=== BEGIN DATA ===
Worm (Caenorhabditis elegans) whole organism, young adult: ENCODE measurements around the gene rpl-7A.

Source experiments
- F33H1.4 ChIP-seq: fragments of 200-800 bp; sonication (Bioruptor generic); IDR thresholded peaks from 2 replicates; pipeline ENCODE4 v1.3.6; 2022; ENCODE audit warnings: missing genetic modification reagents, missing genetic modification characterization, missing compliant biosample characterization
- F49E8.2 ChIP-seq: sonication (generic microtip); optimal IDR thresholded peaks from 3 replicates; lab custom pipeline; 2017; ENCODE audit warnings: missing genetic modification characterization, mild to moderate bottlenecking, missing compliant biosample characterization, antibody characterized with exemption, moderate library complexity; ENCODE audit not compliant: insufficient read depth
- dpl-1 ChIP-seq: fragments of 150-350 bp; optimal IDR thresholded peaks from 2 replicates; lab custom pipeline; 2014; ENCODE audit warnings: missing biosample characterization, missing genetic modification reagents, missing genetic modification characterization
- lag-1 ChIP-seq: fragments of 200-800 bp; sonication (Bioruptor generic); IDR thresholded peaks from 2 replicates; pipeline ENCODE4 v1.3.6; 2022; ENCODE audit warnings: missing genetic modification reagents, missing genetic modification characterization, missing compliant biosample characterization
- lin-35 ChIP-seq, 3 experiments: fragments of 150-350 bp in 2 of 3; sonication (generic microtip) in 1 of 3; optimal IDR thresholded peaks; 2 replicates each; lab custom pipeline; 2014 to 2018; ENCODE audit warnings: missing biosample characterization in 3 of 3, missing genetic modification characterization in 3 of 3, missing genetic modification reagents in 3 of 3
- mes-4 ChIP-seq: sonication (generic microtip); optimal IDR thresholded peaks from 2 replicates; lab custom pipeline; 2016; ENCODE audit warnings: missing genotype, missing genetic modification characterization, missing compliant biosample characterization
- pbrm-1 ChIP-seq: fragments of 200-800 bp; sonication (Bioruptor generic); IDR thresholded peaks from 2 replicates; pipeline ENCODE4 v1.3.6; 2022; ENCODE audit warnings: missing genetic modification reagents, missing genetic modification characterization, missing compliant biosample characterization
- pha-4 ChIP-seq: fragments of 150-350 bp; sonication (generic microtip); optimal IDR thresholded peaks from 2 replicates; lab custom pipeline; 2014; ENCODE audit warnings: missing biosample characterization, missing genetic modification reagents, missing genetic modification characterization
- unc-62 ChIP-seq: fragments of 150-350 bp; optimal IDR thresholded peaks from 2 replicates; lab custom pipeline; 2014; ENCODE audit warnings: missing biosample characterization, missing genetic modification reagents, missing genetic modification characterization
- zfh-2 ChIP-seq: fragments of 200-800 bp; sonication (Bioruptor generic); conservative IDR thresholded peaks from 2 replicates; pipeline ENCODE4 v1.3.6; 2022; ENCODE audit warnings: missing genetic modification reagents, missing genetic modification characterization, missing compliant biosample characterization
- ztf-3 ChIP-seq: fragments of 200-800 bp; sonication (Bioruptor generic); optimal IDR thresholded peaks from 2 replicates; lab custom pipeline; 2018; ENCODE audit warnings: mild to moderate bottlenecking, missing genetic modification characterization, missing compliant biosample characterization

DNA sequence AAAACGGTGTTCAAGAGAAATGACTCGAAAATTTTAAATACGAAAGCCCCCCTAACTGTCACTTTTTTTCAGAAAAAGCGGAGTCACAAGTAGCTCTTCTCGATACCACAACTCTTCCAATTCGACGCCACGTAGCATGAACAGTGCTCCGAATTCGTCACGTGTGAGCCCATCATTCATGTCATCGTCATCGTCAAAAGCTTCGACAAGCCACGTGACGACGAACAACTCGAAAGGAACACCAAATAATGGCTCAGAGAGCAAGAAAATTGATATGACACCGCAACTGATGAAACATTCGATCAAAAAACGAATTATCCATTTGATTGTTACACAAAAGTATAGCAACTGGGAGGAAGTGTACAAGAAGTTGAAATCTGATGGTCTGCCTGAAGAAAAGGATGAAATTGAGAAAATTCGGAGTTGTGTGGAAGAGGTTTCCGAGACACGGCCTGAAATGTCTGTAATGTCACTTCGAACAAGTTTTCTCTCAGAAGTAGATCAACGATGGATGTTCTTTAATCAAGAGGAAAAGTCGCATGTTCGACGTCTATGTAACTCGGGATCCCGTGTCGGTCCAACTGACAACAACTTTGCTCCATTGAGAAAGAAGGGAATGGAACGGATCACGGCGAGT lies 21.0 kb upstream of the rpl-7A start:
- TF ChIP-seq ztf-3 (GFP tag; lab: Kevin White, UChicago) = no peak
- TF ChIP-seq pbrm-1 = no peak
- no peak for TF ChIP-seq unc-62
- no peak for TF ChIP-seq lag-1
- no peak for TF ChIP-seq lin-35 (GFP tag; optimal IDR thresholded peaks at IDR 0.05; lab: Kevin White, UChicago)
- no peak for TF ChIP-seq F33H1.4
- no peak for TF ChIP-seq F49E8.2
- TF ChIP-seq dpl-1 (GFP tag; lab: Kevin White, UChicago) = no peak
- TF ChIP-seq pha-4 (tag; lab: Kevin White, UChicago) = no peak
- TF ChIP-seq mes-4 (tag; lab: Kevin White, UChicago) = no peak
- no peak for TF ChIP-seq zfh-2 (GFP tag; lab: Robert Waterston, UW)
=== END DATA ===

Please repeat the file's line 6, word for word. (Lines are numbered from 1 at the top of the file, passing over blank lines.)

- lag-1 ChIP-seq: fragments of 200-800 bp; sonication (Bioruptor generic); IDR thresholded peaks from 2 replicates; pipeline ENCODE4 v1.3.6; 2022; ENCODE audit warnings: missing genetic modification reagents, missing genetic modification characterization, missing compliant biosample characterization